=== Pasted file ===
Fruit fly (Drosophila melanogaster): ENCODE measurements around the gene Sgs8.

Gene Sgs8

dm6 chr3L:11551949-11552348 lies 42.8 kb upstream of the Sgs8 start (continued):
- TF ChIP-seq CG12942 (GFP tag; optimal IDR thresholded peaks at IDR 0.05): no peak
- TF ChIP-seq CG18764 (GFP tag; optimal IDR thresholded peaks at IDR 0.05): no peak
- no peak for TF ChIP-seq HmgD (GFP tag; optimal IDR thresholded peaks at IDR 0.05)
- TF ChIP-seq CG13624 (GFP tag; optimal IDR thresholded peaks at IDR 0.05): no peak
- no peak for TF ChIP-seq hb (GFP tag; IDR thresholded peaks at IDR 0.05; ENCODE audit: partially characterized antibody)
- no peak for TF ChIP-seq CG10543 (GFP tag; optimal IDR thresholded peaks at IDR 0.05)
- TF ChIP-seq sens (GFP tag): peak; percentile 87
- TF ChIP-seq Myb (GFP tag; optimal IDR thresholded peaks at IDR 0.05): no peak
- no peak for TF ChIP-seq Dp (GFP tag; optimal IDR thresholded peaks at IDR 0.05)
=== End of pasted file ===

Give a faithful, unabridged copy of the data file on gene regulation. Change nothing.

Fruit fly (Drosophila melanogaster): ENCODE measurements around the gene Sgs8.

Gene Sgs8

dm6 chr3L:11551949-11552348 lies 42.8 kb upstream of the Sgs8 start (continued):
- TF ChIP-seq CG12942 (GFP tag; optimal IDR thresholded peaks at IDR 0.05): no peak
- TF ChIP-seq CG18764 (GFP tag; optimal IDR thresholded peaks at IDR 0.05): no peak
- no peak for TF ChIP-seq HmgD (GFP tag; optimal IDR thresholded peaks at IDR 0.05)
- TF ChIP-seq CG13624 (GFP tag; optimal IDR thresholded peaks at IDR 0.05): no peak
- no peak for TF ChIP-seq hb (GFP tag; IDR thresholded peaks at IDR 0.05; ENCODE audit: partially characterized antibody)
- no peak for TF ChIP-seq CG10543 (GFP tag; optimal IDR thresholded peaks at IDR 0.05)
- TF ChIP-seq sens (GFP tag): peak; percentile 87
- TF ChIP-seq Myb (GFP tag; optimal IDR thresholded peaks at IDR 0.05): no peak
- no peak for TF ChIP-seq Dp (GFP tag; optimal IDR thresholded peaks at IDR 0.05)